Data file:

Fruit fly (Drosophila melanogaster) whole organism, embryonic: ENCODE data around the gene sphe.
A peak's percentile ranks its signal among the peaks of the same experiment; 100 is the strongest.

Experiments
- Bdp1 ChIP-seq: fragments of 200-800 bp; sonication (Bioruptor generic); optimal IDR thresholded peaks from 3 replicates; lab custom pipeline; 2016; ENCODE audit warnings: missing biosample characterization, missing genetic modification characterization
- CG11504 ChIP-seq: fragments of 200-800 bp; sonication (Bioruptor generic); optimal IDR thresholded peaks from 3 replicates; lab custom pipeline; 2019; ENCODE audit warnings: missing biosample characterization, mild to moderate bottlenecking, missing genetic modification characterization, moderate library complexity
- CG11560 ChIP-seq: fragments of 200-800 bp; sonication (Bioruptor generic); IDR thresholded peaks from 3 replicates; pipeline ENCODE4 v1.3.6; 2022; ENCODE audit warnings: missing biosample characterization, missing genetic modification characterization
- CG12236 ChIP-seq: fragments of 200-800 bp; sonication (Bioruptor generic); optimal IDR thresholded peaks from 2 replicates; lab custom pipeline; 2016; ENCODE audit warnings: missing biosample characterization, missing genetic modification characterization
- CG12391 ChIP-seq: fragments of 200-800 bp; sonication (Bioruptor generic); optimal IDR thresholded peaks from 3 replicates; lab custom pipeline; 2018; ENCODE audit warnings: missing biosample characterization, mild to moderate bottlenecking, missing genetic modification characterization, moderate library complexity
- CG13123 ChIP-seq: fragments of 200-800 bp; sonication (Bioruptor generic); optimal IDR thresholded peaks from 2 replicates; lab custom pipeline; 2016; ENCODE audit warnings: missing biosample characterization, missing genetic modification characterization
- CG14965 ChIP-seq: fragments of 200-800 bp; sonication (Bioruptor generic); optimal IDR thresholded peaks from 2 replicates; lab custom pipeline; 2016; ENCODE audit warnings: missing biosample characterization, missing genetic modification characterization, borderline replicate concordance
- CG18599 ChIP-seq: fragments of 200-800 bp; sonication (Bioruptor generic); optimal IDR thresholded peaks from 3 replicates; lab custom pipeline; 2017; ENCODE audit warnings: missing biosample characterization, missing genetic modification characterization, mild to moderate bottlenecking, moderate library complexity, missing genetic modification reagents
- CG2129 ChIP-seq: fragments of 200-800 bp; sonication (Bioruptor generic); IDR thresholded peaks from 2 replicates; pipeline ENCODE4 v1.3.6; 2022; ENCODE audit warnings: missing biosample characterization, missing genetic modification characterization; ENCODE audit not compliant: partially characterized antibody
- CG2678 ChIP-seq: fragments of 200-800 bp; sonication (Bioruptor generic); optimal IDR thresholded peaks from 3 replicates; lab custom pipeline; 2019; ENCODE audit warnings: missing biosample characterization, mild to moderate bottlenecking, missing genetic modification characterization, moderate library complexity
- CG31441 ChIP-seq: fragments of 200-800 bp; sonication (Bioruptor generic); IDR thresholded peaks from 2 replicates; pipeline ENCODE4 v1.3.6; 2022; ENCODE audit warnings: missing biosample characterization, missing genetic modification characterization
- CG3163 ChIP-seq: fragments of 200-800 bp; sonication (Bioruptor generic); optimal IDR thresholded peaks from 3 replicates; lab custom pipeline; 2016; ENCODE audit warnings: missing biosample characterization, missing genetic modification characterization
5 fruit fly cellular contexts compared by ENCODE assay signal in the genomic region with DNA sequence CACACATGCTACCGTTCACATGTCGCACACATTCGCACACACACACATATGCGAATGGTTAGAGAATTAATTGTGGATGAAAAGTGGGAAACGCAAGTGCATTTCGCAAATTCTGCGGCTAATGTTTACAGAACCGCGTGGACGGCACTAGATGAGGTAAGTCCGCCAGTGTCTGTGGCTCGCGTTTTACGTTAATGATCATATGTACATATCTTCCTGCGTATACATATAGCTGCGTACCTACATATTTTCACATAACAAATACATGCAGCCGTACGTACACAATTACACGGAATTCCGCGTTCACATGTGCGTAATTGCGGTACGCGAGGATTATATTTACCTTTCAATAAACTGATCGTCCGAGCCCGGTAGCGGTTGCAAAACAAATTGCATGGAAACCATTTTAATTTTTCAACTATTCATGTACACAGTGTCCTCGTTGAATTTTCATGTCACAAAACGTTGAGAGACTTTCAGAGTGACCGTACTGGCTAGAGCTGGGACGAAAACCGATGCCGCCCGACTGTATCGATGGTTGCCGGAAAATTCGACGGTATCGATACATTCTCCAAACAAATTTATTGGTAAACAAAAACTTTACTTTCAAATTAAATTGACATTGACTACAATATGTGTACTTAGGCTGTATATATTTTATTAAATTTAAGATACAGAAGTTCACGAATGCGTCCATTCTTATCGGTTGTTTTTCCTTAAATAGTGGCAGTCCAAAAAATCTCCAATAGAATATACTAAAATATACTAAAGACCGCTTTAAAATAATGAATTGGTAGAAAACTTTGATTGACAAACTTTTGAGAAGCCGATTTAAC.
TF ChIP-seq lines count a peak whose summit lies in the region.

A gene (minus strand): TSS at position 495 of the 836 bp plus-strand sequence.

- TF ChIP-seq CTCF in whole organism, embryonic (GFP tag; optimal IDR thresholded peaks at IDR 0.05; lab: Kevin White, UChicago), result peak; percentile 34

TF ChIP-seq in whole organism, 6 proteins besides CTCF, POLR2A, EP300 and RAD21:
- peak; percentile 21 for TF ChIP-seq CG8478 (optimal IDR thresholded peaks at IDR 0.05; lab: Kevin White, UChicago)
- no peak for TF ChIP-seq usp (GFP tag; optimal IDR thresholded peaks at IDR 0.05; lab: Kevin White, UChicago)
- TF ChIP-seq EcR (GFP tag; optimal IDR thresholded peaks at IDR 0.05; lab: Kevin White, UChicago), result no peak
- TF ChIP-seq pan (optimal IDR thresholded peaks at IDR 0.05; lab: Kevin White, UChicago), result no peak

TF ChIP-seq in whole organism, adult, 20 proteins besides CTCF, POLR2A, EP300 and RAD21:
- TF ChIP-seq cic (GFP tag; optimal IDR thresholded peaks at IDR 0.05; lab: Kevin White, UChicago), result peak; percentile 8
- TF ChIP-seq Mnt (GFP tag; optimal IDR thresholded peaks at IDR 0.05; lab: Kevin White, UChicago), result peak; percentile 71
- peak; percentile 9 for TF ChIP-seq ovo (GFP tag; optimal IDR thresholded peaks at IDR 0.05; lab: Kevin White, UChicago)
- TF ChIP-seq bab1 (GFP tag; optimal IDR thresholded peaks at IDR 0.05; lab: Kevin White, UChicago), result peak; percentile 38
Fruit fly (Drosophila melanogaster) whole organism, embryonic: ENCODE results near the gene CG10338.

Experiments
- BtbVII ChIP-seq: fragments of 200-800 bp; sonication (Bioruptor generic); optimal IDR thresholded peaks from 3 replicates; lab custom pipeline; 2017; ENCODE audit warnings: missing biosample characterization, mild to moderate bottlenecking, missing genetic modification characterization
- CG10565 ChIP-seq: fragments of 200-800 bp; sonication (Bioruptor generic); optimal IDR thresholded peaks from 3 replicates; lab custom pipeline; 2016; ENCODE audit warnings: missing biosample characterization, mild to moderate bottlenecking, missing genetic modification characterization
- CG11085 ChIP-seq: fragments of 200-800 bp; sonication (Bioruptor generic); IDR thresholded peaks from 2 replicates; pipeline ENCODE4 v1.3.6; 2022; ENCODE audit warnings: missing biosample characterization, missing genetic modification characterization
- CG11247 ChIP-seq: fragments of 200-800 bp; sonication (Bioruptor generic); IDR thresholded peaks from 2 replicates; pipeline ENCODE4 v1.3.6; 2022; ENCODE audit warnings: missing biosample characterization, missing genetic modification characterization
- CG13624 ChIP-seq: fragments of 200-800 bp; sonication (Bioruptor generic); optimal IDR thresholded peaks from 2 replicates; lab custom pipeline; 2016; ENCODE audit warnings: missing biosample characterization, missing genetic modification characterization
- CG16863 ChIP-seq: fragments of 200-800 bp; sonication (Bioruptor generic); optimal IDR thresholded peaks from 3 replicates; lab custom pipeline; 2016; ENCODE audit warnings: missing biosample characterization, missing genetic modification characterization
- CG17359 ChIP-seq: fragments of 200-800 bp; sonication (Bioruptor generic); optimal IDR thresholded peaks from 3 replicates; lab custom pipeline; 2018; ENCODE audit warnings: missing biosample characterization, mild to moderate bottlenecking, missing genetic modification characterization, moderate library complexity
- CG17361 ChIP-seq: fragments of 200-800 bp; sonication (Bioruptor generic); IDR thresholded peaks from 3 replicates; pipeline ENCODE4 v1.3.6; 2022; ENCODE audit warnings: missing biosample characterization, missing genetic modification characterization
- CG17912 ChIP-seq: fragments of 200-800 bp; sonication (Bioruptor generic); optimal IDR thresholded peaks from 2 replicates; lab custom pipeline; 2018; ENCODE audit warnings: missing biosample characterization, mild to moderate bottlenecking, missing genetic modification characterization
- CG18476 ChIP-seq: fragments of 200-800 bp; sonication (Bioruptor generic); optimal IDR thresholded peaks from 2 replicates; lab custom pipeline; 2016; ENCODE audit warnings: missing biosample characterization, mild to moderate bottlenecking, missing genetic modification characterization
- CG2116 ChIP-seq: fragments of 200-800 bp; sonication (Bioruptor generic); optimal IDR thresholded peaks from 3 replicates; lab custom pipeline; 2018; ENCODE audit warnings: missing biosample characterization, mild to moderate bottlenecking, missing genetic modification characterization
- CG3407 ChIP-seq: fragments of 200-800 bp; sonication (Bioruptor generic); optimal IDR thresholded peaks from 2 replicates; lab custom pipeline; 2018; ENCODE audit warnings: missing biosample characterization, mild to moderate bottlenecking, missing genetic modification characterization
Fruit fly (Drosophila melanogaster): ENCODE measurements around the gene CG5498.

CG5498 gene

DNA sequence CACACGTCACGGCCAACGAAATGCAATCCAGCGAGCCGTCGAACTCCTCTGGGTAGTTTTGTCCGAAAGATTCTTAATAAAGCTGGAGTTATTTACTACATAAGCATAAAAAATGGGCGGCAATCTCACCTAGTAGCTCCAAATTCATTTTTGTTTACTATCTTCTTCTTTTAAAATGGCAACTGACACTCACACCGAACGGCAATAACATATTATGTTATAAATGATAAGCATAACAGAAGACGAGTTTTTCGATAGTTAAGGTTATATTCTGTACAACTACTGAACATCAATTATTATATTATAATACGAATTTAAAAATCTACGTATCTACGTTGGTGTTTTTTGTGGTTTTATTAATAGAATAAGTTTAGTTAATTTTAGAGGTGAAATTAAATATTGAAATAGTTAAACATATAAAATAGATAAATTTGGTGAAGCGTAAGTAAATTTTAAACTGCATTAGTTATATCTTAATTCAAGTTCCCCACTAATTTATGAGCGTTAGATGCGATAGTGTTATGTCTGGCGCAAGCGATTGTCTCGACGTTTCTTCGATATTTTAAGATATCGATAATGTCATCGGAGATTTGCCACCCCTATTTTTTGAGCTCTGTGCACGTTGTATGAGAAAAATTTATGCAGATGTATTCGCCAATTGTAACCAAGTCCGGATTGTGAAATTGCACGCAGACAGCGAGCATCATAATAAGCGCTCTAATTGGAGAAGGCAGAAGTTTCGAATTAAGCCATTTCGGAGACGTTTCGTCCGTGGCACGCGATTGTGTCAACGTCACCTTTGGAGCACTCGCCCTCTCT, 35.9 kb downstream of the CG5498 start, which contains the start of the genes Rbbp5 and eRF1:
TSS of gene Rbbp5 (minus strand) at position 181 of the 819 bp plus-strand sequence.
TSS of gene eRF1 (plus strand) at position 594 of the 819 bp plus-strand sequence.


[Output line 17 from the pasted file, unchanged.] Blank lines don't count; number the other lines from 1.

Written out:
TF ChIP-seq lines count a peak whose summit lies in the region.